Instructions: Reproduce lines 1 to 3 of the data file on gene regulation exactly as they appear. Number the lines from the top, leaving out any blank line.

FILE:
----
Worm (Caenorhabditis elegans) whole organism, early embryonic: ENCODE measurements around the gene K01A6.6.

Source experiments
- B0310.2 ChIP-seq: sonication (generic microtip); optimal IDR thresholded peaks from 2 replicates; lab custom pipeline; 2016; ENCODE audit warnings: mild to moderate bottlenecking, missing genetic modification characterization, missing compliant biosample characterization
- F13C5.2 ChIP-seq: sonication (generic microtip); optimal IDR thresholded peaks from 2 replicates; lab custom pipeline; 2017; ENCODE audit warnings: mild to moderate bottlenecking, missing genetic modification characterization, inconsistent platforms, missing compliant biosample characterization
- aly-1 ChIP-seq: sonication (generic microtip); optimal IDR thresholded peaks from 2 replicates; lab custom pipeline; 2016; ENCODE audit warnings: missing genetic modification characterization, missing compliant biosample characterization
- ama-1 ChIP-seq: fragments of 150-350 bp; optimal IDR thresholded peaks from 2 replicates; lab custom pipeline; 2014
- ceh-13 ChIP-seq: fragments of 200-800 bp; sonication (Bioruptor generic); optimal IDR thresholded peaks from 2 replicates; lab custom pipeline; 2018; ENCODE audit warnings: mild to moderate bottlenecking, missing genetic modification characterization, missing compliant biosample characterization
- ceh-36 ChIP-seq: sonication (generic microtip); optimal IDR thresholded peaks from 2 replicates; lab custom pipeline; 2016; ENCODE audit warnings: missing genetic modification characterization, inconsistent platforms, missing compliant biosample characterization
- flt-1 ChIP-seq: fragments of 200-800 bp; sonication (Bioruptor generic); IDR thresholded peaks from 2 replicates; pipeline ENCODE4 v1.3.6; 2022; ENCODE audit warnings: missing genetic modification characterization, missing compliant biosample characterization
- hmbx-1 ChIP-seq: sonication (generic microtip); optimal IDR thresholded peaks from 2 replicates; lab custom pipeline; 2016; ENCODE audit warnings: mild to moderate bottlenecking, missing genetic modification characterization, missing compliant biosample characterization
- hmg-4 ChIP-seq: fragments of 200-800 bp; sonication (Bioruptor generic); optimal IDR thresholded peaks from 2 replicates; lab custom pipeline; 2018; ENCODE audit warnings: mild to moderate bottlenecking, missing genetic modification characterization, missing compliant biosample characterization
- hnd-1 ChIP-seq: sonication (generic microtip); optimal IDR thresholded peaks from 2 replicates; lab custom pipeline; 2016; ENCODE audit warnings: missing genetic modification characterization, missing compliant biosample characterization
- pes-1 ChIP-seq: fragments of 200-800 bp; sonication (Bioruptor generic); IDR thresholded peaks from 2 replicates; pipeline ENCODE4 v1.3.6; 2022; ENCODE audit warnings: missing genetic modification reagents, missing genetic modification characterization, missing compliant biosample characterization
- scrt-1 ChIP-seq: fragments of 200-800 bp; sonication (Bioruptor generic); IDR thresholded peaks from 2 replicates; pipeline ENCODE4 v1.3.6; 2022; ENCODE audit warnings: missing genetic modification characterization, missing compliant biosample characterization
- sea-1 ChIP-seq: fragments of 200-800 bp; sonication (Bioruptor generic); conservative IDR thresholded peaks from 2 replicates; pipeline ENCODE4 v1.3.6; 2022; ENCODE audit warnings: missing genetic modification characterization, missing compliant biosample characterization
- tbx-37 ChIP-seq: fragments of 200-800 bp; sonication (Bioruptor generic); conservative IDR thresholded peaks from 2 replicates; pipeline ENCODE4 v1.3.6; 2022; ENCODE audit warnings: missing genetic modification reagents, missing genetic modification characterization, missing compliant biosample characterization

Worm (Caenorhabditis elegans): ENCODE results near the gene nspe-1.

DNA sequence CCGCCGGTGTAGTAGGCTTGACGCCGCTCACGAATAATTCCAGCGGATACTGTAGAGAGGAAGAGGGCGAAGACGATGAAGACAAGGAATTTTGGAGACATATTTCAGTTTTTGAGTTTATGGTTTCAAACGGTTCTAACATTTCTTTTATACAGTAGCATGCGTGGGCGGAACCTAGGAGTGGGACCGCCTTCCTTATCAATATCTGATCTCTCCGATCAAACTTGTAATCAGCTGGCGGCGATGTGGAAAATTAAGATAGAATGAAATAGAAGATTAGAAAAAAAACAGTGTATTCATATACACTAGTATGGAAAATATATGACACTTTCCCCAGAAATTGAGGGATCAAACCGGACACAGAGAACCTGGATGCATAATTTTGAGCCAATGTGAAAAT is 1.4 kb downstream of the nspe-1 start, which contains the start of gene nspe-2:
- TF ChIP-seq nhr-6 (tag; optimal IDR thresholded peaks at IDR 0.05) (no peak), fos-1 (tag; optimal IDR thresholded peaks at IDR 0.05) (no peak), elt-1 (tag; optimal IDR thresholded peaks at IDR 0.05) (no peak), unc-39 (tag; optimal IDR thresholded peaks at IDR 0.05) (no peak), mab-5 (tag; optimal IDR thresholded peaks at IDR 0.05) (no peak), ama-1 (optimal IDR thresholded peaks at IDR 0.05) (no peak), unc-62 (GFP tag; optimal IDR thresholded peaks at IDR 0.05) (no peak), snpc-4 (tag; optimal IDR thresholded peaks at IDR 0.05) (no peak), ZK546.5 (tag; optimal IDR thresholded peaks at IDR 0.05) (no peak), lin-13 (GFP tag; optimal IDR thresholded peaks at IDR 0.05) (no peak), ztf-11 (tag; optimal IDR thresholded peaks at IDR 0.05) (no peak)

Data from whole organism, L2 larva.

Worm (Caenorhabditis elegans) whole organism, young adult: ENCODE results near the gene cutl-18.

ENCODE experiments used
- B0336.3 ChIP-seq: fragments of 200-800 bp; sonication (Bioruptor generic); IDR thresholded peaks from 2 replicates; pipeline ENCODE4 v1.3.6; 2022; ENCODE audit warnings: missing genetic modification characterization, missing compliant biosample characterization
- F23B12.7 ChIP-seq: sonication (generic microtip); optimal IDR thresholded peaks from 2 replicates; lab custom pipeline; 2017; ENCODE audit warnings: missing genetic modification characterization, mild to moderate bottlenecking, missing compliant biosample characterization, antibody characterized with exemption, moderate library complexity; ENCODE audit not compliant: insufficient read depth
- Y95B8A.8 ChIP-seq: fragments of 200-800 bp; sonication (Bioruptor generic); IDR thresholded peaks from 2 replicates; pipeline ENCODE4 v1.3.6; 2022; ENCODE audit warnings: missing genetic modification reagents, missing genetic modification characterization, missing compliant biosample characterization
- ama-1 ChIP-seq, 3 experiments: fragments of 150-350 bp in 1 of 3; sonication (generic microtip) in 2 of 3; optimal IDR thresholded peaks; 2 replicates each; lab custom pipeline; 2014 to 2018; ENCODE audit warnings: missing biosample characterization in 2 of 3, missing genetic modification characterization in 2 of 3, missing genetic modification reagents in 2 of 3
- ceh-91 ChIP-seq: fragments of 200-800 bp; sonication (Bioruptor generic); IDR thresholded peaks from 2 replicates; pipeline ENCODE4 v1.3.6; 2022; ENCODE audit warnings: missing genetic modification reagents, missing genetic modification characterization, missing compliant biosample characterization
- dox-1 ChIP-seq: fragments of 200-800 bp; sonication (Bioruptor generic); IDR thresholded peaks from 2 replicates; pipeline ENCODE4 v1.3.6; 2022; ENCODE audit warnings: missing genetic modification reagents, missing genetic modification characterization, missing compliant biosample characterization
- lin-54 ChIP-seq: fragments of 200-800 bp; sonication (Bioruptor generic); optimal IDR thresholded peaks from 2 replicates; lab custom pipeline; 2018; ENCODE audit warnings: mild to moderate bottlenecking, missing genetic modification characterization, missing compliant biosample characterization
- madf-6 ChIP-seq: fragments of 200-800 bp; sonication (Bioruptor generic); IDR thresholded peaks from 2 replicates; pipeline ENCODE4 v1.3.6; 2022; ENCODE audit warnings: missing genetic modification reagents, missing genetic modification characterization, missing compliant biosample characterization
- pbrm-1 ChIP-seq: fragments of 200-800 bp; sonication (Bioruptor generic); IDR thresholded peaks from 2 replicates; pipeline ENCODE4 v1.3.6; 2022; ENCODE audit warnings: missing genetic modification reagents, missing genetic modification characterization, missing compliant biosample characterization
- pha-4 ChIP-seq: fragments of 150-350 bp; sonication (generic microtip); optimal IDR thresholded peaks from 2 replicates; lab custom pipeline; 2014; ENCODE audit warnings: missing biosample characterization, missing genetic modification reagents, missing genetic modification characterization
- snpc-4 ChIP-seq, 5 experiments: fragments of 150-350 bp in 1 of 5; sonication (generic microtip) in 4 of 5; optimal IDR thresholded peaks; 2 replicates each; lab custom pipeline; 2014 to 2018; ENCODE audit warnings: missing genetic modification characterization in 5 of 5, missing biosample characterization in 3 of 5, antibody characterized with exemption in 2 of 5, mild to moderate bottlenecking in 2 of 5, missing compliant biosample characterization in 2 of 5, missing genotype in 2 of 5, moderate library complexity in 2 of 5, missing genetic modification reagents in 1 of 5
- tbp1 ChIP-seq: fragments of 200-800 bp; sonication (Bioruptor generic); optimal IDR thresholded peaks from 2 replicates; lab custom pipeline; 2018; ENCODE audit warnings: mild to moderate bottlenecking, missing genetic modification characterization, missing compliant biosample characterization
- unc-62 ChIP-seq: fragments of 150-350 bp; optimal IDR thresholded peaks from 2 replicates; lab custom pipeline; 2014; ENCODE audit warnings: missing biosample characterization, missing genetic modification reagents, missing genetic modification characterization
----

Worm (Caenorhabditis elegans) whole organism, early embryonic: ENCODE measurements around the gene K01A6.6.

Source experiments
- B0310.2 ChIP-seq: sonication (generic microtip); optimal IDR thresholded peaks from 2 replicates; lab custom pipeline; 2016; ENCODE audit warnings: mild to moderate bottlenecking, missing genetic modification characterization, missing compliant biosample characterization